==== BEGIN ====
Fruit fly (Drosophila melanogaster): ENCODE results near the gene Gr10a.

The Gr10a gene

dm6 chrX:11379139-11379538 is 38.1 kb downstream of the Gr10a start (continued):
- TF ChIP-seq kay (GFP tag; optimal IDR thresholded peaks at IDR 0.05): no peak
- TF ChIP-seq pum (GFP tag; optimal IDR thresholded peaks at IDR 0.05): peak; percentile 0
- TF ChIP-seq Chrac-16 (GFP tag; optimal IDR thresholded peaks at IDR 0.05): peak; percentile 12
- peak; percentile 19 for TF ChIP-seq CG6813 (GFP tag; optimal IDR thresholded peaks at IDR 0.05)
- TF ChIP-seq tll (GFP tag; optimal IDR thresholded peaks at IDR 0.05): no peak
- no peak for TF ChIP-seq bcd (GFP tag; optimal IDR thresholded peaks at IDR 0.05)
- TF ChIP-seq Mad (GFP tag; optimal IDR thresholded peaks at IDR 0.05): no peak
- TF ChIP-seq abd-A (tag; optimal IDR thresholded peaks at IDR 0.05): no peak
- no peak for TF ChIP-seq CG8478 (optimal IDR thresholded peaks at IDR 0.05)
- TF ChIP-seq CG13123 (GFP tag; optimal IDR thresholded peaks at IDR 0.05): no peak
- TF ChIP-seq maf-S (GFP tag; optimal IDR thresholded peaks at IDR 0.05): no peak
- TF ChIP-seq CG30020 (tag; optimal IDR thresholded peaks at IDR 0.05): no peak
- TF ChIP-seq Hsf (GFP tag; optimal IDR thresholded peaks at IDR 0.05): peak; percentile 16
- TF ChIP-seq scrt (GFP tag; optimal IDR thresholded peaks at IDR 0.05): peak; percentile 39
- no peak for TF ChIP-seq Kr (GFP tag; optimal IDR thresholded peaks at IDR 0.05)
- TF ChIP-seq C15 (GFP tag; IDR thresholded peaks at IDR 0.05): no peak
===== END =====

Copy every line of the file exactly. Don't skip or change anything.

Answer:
Fruit fly (Drosophila melanogaster): ENCODE results near the gene Gr10a.

The Gr10a gene

dm6 chrX:11379139-11379538 is 38.1 kb downstream of the Gr10a start (continued):
- TF ChIP-seq kay (GFP tag; optimal IDR thresholded peaks at IDR 0.05): no peak
- TF ChIP-seq pum (GFP tag; optimal IDR thresholded peaks at IDR 0.05): peak; percentile 0
- TF ChIP-seq Chrac-16 (GFP tag; optimal IDR thresholded peaks at IDR 0.05): peak; percentile 12
- peak; percentile 19 for TF ChIP-seq CG6813 (GFP tag; optimal IDR thresholded peaks at IDR 0.05)
- TF ChIP-seq tll (GFP tag; optimal IDR thresholded peaks at IDR 0.05): no peak
- no peak for TF ChIP-seq bcd (GFP tag; optimal IDR thresholded peaks at IDR 0.05)
- TF ChIP-seq Mad (GFP tag; optimal IDR thresholded peaks at IDR 0.05): no peak
- TF ChIP-seq abd-A (tag; optimal IDR thresholded peaks at IDR 0.05): no peak
- no peak for TF ChIP-seq CG8478 (optimal IDR thresholded peaks at IDR 0.05)
- TF ChIP-seq CG13123 (GFP tag; optimal IDR thresholded peaks at IDR 0.05): no peak
- TF ChIP-seq maf-S (GFP tag; optimal IDR thresholded peaks at IDR 0.05): no peak
- TF ChIP-seq CG30020 (tag; optimal IDR thresholded peaks at IDR 0.05): no peak
- TF ChIP-seq Hsf (GFP tag; optimal IDR thresholded peaks at IDR 0.05): peak; percentile 16
- TF ChIP-seq scrt (GFP tag; optimal IDR thresholded peaks at IDR 0.05): peak; percentile 39
- no peak for TF ChIP-seq Kr (GFP tag; optimal IDR thresholded peaks at IDR 0.05)
- TF ChIP-seq C15 (GFP tag; IDR thresholded peaks at IDR 0.05): no peak